By participating in the survey, you will also help us get closer to two long-term goals: 1) to develop disaster-specific databases that allow for accurate and defensible rapid assessment without the need for surveys, and 2) to harmonize and standardize the data collection process across state and federal agencies and industry associations to relieve producers from redundant reporting in the aftermath of disaster events.
What if the questions don’t apply to me or don’t adequately cover the types of damages and losses experienced?
The UF/IFAS EIAP has designed the survey to request only the information that is directly relevant to a rapid, statewide assessment of impacts to all types of production agriculture across the state. Florida agriculture is very diverse, producing 200+ different commodities. The assessment covers only the commodities for which reliable, publicly accessible baseline data exist; however, it does include an “other” category within each commodity group where producers can report on types of commodities that are not
listed. If you feel that your operations’ disaster experience will not be well represented by the responses to the questions in the survey, there is an open-ended question about the operation’s experience with the disaster where additional, relevant information can be entered. The UF/IFAS EIAP program is always looking to improve this tool and uses the information provided in this open-ended question as well as feedback from Florida Cooperative Extension, industry associations and producers to determine if adjustments to the survey are needed.
Other agencies and organizations collect this kind of information. Should producers still complete the UF/IFAS survey along with the others?
Yes. Several agencies and organizations collect much of the same information, but they are using it for different purposes. Producers are encouraged to participate in all assessment efforts that adequately protect their personal information and those in which results and outputs will inform decision-making processes related to disaster declaration, response and relief. For example, the United States Department of Agriculture’s Farm Service Agency (1-877-508-8364 or firstname.lastname@example.org) collects information on agricultural losses that directly informs the processes of disaster declaration and relief at the federal level. UF/IFAS continues to engage with government agencies and industry associations involved in the assessment of agricultural losses and damages to encourage harmonization and consolidation of these different assessment tools.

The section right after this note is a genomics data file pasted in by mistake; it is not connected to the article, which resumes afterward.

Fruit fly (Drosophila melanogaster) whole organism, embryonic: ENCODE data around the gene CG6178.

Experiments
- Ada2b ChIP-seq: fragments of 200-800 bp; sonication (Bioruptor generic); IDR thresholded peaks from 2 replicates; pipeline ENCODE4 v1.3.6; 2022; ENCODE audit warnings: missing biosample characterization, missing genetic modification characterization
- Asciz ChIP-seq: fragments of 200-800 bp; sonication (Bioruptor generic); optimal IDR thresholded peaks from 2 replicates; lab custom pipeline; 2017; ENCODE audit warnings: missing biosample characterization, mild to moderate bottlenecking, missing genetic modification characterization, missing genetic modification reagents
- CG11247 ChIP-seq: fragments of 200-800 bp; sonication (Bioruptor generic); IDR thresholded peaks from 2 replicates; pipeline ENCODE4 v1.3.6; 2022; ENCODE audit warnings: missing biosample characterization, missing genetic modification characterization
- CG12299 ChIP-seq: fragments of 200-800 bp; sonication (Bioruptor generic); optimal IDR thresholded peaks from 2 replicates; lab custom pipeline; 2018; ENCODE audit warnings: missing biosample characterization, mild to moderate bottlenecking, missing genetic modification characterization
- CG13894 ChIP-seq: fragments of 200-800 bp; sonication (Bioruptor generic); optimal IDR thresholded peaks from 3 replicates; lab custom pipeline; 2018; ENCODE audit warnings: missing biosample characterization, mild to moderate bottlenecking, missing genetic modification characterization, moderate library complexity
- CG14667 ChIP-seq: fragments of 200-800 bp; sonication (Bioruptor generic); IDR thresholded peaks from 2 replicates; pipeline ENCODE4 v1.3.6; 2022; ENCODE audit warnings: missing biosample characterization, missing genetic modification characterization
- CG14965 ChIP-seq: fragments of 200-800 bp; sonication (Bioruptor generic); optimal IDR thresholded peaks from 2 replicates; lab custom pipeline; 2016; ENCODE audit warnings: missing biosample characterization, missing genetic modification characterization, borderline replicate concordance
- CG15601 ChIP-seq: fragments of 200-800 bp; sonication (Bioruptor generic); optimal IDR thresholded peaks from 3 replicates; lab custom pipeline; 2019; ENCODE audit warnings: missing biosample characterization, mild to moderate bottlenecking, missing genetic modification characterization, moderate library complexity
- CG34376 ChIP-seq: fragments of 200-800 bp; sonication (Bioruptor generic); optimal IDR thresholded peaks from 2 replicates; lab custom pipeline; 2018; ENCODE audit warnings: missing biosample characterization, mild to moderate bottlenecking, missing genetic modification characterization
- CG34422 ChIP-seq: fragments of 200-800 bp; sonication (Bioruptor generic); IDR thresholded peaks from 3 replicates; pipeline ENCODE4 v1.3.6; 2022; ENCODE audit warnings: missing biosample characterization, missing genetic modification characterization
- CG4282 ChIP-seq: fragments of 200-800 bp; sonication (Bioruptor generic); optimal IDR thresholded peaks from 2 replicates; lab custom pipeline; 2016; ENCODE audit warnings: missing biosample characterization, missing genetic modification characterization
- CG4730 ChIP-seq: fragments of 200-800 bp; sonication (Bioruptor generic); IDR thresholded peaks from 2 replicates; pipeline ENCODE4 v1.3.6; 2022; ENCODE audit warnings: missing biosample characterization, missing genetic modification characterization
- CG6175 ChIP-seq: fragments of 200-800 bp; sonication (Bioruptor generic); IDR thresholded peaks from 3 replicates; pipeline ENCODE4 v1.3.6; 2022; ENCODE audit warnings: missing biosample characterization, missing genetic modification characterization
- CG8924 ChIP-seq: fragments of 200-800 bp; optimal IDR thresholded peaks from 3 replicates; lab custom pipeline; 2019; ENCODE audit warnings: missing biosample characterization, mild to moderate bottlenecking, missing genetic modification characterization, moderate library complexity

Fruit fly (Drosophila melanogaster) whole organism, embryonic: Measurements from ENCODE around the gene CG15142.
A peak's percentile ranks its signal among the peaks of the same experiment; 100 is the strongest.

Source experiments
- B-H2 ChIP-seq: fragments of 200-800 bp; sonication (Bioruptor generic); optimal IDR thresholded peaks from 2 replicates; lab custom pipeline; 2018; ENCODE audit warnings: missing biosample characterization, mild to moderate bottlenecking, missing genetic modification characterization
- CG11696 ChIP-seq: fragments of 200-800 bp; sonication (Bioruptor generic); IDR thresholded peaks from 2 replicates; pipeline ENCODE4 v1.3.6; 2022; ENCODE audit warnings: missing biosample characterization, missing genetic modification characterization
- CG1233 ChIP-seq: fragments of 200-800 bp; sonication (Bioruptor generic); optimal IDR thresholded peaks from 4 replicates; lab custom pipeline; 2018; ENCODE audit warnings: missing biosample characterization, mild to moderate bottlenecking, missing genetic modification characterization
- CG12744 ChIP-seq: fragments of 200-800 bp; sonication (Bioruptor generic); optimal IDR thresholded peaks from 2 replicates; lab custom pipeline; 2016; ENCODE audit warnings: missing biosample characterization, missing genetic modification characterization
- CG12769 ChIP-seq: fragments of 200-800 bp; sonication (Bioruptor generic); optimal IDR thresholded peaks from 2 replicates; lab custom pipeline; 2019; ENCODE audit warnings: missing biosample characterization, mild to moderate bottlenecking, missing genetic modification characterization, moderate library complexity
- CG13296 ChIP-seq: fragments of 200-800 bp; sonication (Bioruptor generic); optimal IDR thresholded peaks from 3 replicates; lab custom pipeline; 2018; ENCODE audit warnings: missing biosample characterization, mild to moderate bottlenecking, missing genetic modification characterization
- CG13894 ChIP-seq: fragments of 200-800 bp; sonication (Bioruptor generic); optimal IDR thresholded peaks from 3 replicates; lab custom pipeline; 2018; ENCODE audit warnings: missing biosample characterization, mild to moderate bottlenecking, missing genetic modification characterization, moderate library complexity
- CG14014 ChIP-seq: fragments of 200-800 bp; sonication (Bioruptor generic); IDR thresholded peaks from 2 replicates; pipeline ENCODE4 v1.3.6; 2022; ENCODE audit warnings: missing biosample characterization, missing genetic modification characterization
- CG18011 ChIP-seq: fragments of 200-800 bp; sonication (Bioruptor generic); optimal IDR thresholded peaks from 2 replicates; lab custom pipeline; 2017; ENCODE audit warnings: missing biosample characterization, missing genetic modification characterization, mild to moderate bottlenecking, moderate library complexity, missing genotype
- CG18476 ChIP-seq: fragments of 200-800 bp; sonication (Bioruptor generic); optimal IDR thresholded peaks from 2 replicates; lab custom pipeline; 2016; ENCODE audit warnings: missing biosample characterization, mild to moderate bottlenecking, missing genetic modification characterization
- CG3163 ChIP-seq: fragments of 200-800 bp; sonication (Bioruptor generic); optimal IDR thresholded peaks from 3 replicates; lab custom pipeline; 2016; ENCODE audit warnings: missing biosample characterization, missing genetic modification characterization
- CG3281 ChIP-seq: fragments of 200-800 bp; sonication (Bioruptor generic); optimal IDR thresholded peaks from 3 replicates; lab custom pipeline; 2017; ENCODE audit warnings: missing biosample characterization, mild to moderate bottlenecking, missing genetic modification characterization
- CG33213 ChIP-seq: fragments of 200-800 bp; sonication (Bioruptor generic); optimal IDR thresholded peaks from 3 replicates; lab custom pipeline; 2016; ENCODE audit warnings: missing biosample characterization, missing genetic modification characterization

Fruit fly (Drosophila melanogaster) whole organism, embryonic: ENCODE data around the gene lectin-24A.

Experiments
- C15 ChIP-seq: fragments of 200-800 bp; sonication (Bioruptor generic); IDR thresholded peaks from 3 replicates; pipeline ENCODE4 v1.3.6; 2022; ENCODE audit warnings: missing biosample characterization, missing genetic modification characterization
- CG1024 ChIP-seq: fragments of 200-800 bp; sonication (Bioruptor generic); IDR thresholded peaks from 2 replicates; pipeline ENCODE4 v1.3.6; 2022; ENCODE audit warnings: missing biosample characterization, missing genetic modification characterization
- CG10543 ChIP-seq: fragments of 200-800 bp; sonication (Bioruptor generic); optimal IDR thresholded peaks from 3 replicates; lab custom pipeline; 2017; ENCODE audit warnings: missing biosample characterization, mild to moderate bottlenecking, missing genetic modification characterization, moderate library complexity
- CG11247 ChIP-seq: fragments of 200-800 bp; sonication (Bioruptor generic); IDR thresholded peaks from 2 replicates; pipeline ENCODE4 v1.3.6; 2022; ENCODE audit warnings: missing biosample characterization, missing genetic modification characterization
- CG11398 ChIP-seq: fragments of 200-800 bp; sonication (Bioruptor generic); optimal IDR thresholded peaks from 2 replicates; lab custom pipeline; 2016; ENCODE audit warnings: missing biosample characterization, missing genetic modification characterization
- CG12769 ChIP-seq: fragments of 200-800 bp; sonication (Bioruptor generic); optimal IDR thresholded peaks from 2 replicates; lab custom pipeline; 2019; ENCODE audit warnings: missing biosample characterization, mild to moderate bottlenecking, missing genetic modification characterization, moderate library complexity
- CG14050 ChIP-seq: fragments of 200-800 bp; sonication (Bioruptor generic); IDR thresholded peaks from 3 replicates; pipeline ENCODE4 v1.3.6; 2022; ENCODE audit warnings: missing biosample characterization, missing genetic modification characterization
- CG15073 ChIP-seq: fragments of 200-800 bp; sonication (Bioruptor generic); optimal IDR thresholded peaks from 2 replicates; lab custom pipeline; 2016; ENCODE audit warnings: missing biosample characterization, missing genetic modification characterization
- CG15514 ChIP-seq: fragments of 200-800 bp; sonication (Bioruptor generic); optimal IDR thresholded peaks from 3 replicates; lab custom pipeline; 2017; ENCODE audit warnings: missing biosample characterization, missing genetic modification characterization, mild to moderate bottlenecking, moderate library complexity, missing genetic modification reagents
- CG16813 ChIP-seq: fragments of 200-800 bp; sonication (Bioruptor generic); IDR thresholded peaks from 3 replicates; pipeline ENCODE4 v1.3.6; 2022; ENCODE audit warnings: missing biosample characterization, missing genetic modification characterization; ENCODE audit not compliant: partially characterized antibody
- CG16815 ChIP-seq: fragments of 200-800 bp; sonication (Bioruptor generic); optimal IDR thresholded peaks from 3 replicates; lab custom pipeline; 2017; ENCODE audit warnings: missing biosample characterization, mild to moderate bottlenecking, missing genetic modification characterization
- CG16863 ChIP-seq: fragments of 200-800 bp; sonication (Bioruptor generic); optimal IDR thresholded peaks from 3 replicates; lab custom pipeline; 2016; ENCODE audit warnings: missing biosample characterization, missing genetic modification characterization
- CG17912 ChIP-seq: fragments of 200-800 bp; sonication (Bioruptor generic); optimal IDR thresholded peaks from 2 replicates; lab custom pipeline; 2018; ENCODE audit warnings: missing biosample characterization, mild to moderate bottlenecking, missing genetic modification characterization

Can producers use this assessment for insurance claims or other forms of official loss or damage documentation?
No, our data are collected as part of a research effort to rapidly assess agricultural damages and losses. As such, the individual level information collected is confidential and cannot be shared with individuals outside of the research team. If a producer would like to retain a copy of their responses for their own records to aid the completion of other forms or insurance claims, that can be arranged.
What happens to the data?
The information entered in the survey is downloaded and prepped for analysis by investigators from the UF/IFAS Economic Impact Analysis Program, which resides within the Food and Resource Economics Department at the University of Florida. All data for individual farm businesses and survey respondents are maintained confidentially, and only group totals or averages will be disclosed, as per the terms of the survey protocol approved by the University of Florida Institutional Review Board (IRB).